Analyzed data indicates that tens of thousands of users worldwide have already accessed compromised urls, oblivious to the threat as a result of their natural web surfing activity. The initial HTML malware takes advantage of a vulnerability in so-called "iFrames" that are commonly used on websites and commonly exploited. Trend Micro researchers believe it was initially probably an automated attack, created from a computer Trojan-making kit.
On the IP page where the affected browser is initially redirected, the malware toolkit statistics page displays information on how users visiting legitimate Italian Web sites are getting redirected to the host from where the download chain begins.
The spreading mechanism is a complex chain, but it relies on website owners being unaware that they are compromised, and website users being unaware that surfing through seemingly legitimate pages can actually be part of an infection process:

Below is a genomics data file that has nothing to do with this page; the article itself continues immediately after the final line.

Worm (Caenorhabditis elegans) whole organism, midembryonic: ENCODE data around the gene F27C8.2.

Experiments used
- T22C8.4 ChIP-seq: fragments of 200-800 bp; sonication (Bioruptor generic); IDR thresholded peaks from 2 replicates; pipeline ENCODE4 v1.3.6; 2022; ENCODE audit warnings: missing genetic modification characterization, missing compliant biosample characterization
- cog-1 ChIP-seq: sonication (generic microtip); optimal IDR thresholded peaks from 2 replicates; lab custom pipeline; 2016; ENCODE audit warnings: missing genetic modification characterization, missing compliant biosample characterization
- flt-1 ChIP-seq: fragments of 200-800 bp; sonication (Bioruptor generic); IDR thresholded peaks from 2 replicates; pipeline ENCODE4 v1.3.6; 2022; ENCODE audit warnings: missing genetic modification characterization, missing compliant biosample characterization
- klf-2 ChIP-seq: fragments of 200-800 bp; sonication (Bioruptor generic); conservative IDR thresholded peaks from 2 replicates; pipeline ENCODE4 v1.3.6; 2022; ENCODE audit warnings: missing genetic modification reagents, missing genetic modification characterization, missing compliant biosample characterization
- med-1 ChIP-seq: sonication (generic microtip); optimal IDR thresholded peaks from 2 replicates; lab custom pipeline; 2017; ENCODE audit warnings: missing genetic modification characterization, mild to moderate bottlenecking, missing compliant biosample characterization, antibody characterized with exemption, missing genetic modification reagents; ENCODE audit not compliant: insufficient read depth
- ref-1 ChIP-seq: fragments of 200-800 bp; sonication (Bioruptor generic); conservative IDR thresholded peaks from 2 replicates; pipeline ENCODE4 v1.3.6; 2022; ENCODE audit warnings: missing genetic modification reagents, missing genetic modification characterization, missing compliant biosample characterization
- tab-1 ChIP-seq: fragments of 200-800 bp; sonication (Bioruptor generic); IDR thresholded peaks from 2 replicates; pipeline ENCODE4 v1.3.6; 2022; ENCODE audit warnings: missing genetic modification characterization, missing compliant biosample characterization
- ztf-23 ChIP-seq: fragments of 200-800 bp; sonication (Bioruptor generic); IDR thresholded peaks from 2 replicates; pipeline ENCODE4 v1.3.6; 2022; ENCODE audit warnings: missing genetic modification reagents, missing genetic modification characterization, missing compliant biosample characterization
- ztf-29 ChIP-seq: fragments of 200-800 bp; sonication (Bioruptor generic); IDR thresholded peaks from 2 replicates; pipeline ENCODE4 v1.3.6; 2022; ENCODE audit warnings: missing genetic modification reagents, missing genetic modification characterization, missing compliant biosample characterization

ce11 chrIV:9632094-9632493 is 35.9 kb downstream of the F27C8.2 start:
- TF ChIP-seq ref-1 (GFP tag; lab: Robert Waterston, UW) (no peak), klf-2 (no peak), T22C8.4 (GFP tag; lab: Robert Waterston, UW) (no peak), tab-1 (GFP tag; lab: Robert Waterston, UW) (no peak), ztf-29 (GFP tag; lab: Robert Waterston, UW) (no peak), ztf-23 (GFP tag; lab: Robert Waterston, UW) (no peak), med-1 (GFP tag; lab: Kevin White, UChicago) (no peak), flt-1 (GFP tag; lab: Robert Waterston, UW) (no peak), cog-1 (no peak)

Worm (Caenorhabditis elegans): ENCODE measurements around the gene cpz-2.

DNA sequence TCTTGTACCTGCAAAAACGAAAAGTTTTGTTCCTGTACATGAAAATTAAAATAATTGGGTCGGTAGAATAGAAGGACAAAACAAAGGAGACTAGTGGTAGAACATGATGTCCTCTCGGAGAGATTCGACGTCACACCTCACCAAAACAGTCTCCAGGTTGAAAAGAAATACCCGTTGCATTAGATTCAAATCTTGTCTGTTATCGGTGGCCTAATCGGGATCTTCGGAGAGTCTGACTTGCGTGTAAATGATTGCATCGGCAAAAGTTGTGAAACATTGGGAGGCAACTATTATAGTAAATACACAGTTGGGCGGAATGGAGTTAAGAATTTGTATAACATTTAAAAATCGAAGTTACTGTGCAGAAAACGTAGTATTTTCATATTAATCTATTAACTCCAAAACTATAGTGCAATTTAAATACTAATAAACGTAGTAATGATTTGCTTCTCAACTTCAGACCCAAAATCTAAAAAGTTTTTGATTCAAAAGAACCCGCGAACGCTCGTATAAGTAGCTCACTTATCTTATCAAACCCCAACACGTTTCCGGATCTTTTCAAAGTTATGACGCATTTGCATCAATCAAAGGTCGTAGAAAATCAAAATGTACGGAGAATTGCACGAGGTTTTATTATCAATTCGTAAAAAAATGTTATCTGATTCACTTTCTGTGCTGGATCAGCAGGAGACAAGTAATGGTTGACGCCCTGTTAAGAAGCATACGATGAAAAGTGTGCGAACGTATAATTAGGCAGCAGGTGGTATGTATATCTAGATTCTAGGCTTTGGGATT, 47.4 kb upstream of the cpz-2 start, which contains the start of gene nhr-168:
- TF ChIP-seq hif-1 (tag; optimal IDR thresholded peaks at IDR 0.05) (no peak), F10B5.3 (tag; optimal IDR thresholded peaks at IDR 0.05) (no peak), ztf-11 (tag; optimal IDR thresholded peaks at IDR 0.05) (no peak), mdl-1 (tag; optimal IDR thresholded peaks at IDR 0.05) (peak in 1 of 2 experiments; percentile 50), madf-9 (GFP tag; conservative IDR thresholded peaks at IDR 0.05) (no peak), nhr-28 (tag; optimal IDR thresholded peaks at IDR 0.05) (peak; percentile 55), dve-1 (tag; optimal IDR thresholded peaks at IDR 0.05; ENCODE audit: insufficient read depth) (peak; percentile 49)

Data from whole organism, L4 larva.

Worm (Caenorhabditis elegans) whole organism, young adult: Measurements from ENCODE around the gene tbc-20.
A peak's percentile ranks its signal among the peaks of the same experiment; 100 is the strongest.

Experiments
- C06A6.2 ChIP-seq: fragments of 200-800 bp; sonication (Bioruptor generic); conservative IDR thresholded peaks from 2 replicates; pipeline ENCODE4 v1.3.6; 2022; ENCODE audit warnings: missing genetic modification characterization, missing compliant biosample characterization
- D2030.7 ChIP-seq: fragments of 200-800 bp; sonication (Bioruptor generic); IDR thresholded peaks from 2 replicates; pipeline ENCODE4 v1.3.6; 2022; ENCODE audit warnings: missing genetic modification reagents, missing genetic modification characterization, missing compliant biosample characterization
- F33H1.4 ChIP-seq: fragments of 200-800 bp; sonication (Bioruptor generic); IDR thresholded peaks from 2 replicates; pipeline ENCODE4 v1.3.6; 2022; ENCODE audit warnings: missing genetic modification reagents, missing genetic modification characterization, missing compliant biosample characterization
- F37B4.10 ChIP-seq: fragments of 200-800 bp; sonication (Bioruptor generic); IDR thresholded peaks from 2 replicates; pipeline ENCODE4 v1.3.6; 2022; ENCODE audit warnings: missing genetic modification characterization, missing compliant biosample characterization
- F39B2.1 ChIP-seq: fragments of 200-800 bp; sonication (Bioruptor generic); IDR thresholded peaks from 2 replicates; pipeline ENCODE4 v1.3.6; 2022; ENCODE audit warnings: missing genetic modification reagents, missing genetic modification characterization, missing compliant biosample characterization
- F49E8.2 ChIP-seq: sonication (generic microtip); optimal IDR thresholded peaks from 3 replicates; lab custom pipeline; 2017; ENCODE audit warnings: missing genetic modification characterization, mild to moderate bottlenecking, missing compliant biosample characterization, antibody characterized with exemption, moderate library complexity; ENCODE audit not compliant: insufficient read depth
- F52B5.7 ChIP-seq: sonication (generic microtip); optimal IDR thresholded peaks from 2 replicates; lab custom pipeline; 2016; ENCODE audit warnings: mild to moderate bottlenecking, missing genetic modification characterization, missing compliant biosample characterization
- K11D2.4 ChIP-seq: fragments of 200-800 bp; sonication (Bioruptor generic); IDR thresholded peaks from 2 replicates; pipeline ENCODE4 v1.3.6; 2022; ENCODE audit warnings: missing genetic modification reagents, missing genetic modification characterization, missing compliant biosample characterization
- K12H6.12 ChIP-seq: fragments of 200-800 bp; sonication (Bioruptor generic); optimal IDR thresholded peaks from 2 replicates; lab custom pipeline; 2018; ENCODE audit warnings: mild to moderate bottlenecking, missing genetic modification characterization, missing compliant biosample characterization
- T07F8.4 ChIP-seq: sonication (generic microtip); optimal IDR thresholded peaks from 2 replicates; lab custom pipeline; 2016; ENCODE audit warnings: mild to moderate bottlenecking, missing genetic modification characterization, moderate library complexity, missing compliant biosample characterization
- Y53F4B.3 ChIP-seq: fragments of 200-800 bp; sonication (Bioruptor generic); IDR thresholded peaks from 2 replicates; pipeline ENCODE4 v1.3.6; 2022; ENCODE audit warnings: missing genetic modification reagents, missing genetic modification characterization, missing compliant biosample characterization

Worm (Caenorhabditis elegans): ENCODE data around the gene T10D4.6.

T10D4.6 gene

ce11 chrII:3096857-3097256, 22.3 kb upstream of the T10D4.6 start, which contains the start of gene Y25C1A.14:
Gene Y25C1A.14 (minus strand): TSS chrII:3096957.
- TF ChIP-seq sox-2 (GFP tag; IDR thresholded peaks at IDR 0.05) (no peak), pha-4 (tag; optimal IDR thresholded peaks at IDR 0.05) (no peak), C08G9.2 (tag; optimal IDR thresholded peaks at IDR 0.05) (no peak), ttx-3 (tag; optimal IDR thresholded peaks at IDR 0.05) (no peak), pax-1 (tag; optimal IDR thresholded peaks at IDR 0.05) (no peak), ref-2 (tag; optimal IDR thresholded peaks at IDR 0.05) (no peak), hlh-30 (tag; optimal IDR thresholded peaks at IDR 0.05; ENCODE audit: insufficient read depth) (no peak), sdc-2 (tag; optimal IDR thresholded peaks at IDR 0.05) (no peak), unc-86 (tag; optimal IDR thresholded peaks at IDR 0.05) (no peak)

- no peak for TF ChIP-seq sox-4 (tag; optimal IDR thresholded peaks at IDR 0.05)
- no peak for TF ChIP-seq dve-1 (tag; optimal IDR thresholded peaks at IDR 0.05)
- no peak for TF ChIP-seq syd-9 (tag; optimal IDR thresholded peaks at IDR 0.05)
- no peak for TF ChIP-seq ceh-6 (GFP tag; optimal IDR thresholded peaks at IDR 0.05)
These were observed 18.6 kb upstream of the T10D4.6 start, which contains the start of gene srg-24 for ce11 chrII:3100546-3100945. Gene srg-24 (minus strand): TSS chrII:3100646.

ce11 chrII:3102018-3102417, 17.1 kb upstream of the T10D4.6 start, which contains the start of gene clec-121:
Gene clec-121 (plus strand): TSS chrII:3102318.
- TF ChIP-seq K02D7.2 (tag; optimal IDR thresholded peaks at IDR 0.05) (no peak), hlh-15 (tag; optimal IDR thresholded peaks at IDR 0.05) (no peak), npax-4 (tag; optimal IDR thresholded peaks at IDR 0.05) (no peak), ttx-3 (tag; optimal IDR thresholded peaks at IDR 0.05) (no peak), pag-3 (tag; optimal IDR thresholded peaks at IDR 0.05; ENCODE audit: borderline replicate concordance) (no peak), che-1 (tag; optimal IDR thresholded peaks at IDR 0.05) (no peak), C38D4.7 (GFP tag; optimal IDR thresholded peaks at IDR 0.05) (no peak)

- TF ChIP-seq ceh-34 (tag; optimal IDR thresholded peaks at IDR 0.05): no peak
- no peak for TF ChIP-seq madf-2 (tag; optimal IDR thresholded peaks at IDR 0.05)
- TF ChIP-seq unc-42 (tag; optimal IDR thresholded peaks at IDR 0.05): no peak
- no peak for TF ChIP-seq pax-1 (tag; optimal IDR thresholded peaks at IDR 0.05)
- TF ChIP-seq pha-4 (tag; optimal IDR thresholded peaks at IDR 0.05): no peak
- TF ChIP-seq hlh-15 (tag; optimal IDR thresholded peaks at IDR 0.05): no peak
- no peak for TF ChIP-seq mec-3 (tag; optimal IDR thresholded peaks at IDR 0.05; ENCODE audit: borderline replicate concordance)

1. First-level URLs are the compromised or hacked legitimate websites. They are legitimate websites primarily Italian and mostly advertising local services for tourism, hotels, auto-services, music, lotto and so on.
3. This third-level URL in turn downloads another Trojan into the target system from another fourth-level URL. This is the URL for TROJ_SMALL.HCK, which Trend Micro can also block.
4. The Trojan in turn downloads two additional Trojans from two different fifth-level URLs.These are the URLs for TROJ_AGENT.UHL and TROJ_PAKES.NC, both of which Trend Micro can block.
5. The PAKES Trojan then downloads an information stealer, a variant of the SINOWAL trojan, from another sixth-level URL.
TROJ_SMALL.HCK, in turn, downloads TROJ_AGENT.UHL and TROJ_PAKES.NC. TROJ_AGENT.UHL can act as a proxy server that allows a remote user to anonymously connect to the Internet via an infected computer. TROJ_PAKES.NC, on the other hand, is dumped in the user’s temporary folder and downloads the keylogging information thief TSPY_SINOWAL.BJ.